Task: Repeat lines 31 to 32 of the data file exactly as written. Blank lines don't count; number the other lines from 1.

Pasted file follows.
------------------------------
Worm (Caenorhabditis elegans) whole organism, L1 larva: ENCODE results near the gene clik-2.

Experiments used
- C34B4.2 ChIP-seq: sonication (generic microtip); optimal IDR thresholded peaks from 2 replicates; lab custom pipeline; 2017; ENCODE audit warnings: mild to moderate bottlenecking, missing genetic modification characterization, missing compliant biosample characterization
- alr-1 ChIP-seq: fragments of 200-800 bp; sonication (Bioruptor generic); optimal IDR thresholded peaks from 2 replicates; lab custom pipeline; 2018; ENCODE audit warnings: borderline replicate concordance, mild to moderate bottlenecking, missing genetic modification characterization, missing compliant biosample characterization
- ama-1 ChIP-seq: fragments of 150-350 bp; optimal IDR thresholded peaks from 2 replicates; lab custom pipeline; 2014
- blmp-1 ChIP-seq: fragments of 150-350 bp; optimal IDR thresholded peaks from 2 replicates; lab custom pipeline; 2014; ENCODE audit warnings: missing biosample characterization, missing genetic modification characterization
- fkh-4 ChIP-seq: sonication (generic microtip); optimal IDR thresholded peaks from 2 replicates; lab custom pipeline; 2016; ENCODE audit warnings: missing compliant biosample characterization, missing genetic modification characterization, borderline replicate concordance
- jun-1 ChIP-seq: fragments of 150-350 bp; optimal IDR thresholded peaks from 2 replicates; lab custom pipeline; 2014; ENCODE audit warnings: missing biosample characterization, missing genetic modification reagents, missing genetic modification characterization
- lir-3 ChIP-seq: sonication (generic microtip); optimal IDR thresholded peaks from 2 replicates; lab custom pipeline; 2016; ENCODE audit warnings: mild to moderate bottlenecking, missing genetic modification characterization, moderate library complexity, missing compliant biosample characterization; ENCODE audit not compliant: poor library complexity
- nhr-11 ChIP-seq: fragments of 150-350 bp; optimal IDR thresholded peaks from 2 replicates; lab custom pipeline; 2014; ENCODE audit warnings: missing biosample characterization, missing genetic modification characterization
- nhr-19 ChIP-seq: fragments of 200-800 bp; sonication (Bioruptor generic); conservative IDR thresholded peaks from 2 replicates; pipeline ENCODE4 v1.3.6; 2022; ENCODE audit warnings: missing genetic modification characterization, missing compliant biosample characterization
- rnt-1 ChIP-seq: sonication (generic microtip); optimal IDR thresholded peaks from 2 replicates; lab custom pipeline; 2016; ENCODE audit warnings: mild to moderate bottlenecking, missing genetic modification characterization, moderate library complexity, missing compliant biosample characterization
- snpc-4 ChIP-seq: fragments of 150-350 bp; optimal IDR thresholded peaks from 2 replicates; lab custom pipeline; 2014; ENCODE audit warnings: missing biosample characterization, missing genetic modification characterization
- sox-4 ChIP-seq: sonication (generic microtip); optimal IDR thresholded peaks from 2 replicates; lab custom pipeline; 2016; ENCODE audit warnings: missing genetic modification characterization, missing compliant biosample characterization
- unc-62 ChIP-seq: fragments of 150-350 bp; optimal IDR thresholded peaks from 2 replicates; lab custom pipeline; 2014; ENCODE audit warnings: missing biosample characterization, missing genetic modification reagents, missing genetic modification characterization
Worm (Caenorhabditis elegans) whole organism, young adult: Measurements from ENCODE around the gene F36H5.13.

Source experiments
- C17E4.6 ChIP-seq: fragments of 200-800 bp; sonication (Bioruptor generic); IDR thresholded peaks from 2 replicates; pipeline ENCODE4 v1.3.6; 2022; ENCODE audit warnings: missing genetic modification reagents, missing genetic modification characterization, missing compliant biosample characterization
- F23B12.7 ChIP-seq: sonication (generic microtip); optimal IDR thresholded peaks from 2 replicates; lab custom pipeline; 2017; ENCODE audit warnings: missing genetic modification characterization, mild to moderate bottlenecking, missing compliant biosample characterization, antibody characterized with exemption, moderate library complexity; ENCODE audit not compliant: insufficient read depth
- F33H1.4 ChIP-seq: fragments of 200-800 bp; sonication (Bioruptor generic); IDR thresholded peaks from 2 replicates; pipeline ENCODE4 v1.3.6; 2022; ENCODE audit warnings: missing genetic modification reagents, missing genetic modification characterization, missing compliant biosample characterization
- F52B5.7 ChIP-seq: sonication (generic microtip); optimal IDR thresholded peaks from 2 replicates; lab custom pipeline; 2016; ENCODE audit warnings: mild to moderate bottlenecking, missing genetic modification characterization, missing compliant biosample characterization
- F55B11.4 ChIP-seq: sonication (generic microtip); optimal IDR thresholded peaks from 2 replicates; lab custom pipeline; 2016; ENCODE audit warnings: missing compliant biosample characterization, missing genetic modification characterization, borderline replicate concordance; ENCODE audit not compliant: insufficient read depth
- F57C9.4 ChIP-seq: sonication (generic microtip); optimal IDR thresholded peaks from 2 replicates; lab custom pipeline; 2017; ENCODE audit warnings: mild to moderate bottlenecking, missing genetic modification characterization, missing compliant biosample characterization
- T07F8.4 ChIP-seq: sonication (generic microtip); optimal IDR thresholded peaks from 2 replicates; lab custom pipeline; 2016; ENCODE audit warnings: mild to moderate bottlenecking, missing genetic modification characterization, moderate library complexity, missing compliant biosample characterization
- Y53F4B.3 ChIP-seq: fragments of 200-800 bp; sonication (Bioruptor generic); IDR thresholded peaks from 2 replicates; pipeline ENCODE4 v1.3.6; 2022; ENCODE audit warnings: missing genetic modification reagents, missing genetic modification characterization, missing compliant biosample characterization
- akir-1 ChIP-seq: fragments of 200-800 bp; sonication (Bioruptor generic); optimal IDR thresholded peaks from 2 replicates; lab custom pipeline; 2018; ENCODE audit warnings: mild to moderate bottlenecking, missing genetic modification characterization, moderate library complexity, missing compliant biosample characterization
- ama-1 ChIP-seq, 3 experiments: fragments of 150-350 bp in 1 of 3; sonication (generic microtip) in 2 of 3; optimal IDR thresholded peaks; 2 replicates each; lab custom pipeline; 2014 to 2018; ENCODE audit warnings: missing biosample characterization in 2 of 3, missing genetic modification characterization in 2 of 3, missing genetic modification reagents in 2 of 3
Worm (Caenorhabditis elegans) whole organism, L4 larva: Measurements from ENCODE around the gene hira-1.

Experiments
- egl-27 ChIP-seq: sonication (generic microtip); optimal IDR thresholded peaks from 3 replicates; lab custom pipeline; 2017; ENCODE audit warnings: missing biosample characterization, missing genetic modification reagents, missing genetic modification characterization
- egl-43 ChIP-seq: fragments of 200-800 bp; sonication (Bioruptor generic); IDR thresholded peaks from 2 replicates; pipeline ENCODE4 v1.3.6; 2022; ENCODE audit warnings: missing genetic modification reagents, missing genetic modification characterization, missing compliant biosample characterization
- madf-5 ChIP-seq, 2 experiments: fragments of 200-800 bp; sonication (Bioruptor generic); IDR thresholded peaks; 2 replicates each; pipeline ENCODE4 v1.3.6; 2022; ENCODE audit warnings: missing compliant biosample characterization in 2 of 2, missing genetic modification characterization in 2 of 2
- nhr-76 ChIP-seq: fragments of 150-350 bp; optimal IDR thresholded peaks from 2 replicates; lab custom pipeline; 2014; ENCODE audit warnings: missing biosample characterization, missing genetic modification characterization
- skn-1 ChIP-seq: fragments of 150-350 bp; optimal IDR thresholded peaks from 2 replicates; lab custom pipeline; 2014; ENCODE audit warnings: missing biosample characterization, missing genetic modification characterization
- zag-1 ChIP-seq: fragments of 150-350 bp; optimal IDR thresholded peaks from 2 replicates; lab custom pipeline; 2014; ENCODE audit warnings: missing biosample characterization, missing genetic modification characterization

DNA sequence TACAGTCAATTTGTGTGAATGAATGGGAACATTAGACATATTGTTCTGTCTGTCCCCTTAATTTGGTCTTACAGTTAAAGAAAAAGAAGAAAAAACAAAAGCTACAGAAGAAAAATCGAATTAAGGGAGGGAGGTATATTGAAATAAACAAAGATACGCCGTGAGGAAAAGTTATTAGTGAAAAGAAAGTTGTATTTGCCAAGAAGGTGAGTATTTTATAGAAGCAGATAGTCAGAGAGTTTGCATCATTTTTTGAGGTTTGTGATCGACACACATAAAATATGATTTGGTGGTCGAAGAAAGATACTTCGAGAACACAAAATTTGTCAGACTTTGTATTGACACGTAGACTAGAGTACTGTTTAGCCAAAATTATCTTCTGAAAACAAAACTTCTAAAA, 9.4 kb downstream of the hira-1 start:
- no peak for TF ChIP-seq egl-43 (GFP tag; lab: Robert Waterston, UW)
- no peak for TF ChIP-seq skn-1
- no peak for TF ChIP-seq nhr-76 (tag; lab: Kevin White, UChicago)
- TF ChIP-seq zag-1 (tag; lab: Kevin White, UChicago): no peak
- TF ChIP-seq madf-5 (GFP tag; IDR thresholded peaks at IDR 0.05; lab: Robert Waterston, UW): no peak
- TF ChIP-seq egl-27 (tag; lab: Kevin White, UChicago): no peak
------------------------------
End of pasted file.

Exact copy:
- egl-43 ChIP-seq: fragments of 200-800 bp; sonication (Bioruptor generic); IDR thresholded peaks from 2 replicates; pipeline ENCODE4 v1.3.6; 2022; ENCODE audit warnings: missing genetic modification reagents, missing genetic modification characterization, missing compliant biosample characterization
- madf-5 ChIP-seq, 2 experiments: fragments of 200-800 bp; sonication (Bioruptor generic); IDR thresholded peaks; 2 replicates each; pipeline ENCODE4 v1.3.6; 2022; ENCODE audit warnings: missing compliant biosample characterization in 2 of 2, missing genetic modification characterization in 2 of 2